The only public institution in which more than half of the population has confidence in is the SABC, according to the 2017 South African Reconciliation Barometer released on Tuesday.

The survey by the Institute for Justice and Reconciliation (IJR) was conducted through face-to-face interviews with 2,400 South Africans, 18 and older, in all the provinces. The survey utilised a questionnaire comprising closed-ended responses.

It showed that South Africans in general do not trust state institutions. However, in what is likely to come as a surprise to many, the SABC was the only institution in which more than half (50.7%) the respondents had confidence. The public broadcaster also happened to be the most trusted institution during the previous survey, in 2015.

The SABC has been in the news for all the wrong reasons in recent years and is facing its worst financial crisis yet. It is still waiting for a R3bn government guarantee.

SABC staff plan to down tools on Thursday after wage talks broke down between unions and management. The Broadcasting, Electronic, Media & Allied Workers Union (Bemawu) informed members on Monday that it had given the SABC notice of its intention to strike. The union is demanding a 10% increase‚ while management is offering 4.5%.

The reconciliation barometer also showed that Parliament attracted a low confidence score of 30.3%, while legal and judicial institutions — such as the Constitutional Court and the legal system in general — attracted more confidence than elected representatives.

"The decrease in confidence in Parliament is of particular concern. If citizens do not trust the preeminent legislative body that represents their interests, it has significant implications for trust in the democratic system more broadly," the report said.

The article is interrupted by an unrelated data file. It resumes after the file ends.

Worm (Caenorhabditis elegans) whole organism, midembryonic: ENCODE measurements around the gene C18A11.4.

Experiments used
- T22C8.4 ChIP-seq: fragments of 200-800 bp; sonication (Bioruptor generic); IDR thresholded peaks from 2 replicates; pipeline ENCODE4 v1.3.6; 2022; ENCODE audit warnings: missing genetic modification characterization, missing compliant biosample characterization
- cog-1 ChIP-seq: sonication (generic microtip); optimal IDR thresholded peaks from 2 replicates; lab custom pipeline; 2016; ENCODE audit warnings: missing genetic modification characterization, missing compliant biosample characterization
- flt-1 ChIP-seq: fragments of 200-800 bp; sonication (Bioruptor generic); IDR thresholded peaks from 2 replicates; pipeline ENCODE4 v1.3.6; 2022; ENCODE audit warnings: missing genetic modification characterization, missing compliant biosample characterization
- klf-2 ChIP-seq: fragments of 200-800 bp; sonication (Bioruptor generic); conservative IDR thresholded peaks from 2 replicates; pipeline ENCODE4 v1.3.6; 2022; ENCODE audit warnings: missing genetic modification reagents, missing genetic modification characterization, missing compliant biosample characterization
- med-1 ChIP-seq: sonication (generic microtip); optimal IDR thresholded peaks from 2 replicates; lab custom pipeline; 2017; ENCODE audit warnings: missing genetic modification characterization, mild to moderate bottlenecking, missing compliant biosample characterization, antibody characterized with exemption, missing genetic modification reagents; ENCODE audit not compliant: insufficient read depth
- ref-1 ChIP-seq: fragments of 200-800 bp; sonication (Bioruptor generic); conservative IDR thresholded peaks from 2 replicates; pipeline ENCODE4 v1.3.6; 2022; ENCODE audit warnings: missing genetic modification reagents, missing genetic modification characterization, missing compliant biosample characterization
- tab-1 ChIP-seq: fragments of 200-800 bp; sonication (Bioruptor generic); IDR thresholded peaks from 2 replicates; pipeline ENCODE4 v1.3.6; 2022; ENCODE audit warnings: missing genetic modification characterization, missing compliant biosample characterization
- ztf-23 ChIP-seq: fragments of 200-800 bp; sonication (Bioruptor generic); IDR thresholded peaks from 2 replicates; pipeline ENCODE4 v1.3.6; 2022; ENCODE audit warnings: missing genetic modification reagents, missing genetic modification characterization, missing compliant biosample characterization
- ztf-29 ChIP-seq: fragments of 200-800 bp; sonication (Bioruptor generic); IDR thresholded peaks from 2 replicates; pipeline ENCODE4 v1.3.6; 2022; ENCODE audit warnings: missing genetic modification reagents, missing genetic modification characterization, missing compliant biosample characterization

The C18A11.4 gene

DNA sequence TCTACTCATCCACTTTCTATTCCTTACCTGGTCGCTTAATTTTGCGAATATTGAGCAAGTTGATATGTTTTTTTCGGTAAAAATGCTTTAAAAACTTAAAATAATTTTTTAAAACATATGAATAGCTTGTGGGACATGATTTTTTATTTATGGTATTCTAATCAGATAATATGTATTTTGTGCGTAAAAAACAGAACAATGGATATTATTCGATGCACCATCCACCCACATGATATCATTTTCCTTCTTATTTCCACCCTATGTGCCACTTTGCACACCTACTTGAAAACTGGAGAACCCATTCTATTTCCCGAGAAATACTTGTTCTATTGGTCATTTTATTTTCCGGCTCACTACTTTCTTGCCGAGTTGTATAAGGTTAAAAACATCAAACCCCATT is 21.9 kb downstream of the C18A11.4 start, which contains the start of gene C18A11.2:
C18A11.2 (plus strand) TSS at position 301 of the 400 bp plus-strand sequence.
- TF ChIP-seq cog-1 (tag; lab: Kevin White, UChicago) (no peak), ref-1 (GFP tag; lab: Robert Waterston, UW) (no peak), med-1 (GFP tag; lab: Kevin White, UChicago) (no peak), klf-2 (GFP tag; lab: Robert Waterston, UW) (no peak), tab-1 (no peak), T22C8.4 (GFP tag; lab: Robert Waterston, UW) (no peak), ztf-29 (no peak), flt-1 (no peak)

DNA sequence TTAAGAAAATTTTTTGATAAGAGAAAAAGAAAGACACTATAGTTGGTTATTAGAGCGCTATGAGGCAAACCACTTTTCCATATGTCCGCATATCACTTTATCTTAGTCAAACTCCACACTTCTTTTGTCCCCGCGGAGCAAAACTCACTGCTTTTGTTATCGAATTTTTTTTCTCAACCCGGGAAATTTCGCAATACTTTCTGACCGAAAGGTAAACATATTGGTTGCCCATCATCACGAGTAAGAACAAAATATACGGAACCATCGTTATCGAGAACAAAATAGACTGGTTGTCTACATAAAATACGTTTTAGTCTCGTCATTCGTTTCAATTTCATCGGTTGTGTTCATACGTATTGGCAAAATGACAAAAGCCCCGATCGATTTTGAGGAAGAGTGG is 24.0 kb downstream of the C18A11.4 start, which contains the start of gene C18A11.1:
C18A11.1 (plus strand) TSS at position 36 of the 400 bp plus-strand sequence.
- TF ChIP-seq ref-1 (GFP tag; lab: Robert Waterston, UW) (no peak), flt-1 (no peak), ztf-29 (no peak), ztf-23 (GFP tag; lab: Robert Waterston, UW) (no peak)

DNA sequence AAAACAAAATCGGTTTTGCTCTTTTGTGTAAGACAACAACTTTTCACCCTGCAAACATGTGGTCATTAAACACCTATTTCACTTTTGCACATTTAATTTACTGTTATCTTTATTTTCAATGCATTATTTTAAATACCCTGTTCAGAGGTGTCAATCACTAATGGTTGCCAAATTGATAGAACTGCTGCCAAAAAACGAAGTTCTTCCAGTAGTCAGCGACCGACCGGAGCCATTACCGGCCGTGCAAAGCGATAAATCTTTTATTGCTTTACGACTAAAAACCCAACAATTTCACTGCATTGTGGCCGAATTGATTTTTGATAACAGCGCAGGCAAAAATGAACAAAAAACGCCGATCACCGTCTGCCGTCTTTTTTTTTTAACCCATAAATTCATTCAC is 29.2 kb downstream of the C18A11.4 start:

Only 56.1% of South Africans agreed that the country had made progress in reconciliation since the end of apartheid. The "gap between rich and poor" is also ranked as the biggest source of division by survey respondents.

"From [this] … finding, coupled with the findings that ‘forgiveness’, ‘moving on’ and ‘peace’ are most commonly associated with the concept of reconciliation, we can infer that many South Africans feel that forgiving, moving on and peace are difficult amid the realities of poverty and inequality … This does not mean that there is no desire for reconciliation, but that there is a certain societal context limiting the reconciliation process," noted the IJR.

Just more than 36% of South Africans felt that white people held the most economic power, while almost 28% thought that black South Africans had the most influence. A further 15.7% thought that a small group of elites from various race groups commanded the most economic power.

Furthermore, more than half of South Africans (51.5%) were of the view that the majority of black people had benefited the most in terms of political power since 1994.